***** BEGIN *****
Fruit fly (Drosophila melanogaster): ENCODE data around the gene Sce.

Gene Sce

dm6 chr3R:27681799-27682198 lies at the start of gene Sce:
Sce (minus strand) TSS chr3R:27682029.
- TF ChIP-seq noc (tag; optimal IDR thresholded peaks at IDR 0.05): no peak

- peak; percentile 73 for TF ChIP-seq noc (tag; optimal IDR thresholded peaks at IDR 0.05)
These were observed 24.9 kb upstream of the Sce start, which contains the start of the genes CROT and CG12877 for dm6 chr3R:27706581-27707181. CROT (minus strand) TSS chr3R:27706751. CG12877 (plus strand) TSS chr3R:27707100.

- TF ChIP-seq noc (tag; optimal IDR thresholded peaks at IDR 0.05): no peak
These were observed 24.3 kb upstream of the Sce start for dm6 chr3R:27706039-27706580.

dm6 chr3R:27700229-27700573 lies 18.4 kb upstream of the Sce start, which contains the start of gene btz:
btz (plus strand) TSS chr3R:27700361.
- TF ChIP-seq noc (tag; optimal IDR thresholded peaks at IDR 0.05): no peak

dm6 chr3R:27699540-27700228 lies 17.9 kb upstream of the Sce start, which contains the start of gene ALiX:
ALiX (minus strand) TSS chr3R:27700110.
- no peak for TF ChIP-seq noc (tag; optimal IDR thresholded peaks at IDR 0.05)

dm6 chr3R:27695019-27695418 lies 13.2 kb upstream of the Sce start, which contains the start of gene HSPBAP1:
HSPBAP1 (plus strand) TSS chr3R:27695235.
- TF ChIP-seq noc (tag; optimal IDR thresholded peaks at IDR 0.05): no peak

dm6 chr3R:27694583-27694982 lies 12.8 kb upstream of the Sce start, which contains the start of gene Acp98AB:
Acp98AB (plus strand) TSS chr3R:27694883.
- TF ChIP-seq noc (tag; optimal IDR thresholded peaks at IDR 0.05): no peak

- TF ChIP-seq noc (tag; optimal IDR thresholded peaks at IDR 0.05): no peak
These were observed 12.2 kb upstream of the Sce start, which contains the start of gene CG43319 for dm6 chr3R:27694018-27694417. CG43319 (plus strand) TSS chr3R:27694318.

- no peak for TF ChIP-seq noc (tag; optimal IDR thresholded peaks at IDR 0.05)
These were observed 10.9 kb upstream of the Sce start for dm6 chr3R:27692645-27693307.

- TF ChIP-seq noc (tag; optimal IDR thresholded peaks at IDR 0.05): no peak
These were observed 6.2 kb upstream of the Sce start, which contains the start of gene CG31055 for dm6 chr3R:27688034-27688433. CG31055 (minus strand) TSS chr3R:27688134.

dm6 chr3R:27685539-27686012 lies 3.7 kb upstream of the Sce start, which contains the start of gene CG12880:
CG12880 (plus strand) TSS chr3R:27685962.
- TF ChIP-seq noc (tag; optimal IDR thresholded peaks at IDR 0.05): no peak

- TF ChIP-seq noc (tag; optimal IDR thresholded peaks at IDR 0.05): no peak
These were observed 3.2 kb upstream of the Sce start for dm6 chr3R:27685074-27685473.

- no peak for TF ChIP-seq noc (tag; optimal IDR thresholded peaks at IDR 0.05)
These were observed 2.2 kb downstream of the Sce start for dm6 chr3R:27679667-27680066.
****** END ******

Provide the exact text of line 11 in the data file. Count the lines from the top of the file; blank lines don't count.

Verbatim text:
btz (plus strand) TSS chr3R:27700361.